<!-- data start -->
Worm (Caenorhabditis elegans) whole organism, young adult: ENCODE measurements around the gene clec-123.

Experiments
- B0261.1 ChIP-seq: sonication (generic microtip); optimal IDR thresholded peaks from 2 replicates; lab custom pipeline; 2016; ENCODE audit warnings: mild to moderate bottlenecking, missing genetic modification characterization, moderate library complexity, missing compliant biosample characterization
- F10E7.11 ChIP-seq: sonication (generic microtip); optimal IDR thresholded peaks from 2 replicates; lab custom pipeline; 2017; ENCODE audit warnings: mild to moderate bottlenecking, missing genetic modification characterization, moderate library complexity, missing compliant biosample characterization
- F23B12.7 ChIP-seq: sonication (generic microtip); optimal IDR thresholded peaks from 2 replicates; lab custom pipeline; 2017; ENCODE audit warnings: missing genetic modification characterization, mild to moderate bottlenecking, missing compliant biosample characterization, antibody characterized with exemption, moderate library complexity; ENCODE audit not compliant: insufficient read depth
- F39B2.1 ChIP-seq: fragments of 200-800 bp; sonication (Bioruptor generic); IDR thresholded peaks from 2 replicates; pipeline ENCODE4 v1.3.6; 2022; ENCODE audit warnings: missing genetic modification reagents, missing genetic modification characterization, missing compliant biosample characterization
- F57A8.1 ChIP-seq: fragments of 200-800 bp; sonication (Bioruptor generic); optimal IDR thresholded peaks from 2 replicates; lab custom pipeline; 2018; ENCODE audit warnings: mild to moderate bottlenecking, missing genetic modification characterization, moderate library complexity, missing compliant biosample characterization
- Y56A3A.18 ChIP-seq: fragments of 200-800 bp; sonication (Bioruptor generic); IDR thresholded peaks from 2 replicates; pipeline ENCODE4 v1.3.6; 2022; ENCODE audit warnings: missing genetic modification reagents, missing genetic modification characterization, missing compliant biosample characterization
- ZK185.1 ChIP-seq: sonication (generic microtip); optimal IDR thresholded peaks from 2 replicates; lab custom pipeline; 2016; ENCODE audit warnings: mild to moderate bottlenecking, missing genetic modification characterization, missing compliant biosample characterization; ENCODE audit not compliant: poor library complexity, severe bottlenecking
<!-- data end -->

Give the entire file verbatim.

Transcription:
Worm (Caenorhabditis elegans) whole organism, young adult: ENCODE measurements around the gene clec-123.

Experiments
- B0261.1 ChIP-seq: sonication (generic microtip); optimal IDR thresholded peaks from 2 replicates; lab custom pipeline; 2016; ENCODE audit warnings: mild to moderate bottlenecking, missing genetic modification characterization, moderate library complexity, missing compliant biosample characterization
- F10E7.11 ChIP-seq: sonication (generic microtip); optimal IDR thresholded peaks from 2 replicates; lab custom pipeline; 2017; ENCODE audit warnings: mild to moderate bottlenecking, missing genetic modification characterization, moderate library complexity, missing compliant biosample characterization
- F23B12.7 ChIP-seq: sonication (generic microtip); optimal IDR thresholded peaks from 2 replicates; lab custom pipeline; 2017; ENCODE audit warnings: missing genetic modification characterization, mild to moderate bottlenecking, missing compliant biosample characterization, antibody characterized with exemption, moderate library complexity; ENCODE audit not compliant: insufficient read depth
- F39B2.1 ChIP-seq: fragments of 200-800 bp; sonication (Bioruptor generic); IDR thresholded peaks from 2 replicates; pipeline ENCODE4 v1.3.6; 2022; ENCODE audit warnings: missing genetic modification reagents, missing genetic modification characterization, missing compliant biosample characterization
- F57A8.1 ChIP-seq: fragments of 200-800 bp; sonication (Bioruptor generic); optimal IDR thresholded peaks from 2 replicates; lab custom pipeline; 2018; ENCODE audit warnings: mild to moderate bottlenecking, missing genetic modification characterization, moderate library complexity, missing compliant biosample characterization
- Y56A3A.18 ChIP-seq: fragments of 200-800 bp; sonication (Bioruptor generic); IDR thresholded peaks from 2 replicates; pipeline ENCODE4 v1.3.6; 2022; ENCODE audit warnings: missing genetic modification reagents, missing genetic modification characterization, missing compliant biosample characterization
- ZK185.1 ChIP-seq: sonication (generic microtip); optimal IDR thresholded peaks from 2 replicates; lab custom pipeline; 2016; ENCODE audit warnings: mild to moderate bottlenecking, missing genetic modification characterization, missing compliant biosample characterization; ENCODE audit not compliant: poor library complexity, severe bottlenecking